I don't feel it's wrong to have online friends. However, I get the feeling that the Internet makes people become less and less outgoing. Introverts will never learn how to make real friends if they always stay inside. For them, the Internet may work as an excuse "oh well, I could probably make friends in my town, but as I can still talk to people online, why should I bother and get outside?".
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Old September 2nd, 2013, 12:37 PM
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Quote:
Originally Posted by LaVida View Post
Well, I agree with you that talking to people online is probably better than not having anyone at all. I myself am not the most extroverted person and have had more online friends than offline. However, I've also come to the conclusion that actually meeting people and doing activities together is so much more fulfilling. You have something you can look back to. Always sitting at your PC talking to people online is surely not as rememberable. What is life when you spend most of the time staring at a screen?

I don't feel it's wrong to have online friends. However, I get the feeling that the Internet makes people become less and less outgoing. Introverts will never learn how to make real friends if they always stay inside. For them, the Internet may work as an excuse "oh well, I could probably make friends in my town, but as I can still talk to people online, why should I bother and get outside?".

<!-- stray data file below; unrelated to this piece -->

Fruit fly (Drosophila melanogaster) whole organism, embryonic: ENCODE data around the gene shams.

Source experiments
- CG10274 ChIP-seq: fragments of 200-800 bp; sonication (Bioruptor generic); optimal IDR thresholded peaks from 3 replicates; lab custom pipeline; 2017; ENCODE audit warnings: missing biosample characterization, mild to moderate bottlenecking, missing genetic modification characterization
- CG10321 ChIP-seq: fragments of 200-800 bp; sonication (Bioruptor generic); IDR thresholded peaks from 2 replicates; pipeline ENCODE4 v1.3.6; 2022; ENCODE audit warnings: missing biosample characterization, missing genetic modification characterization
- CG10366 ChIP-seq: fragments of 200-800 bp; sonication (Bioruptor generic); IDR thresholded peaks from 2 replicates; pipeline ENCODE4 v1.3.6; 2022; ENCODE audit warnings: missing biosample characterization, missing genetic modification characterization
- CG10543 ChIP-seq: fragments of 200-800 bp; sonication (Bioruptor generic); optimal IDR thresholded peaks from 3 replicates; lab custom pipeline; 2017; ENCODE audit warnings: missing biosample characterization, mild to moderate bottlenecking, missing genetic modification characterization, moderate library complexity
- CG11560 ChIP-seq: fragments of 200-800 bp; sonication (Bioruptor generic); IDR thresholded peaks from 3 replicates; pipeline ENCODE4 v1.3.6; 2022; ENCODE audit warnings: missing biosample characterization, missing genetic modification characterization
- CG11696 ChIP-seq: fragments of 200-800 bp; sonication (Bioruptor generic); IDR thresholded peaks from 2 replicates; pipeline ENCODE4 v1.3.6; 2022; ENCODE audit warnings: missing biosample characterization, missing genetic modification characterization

Sure it's more fulfilling to physically meet, and if it's a very strong friendship, two online friends may go out of the way to do just that. For a lot of people though, having this medium that they're familiar with and being able to talk to new people is plenty. If the person has a desire to be social and mingle, I don't think they would sit on the computer all day. And depending on the severity of introversion, physical social interaction could be less satisfying than an online friendship. I don't think the internet is hindering people, but opening more doorways for others. Ultimately those who know they should get out more, either will, or should buckle down and learn how to. The internet can be used as an excuse, yes, but so can a multitude of other things. Those who know they dislike the outside world can find comfort in just talking online, and I think it all comes down to the type of person you are.
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Old September 2nd, 2013, 02:06 PM
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One thing that I think is a negative effect of the Internet is the ridiculous amount of racist websites. Australia is full of hate sites, mainly run by 60-year-old lowlives who are proud to be descended from convicts. One I remember actually lamented that Australia's white population was declining.

Then you get crap like Stormfront, which glorifies the Nazis. Stormfront users are even worse, and some have been linked to hate crimes.

The worst is the plethora of Islamophobic websites, like Faith Freedom International, Jihad Watch, Dhimmi Watch, Westboro Baptist (who hate everyone who isn't them), Bare Naked Islam, and the sites of the English Defence League and Debbie Schlussel. These people are all so annoying and should get punished.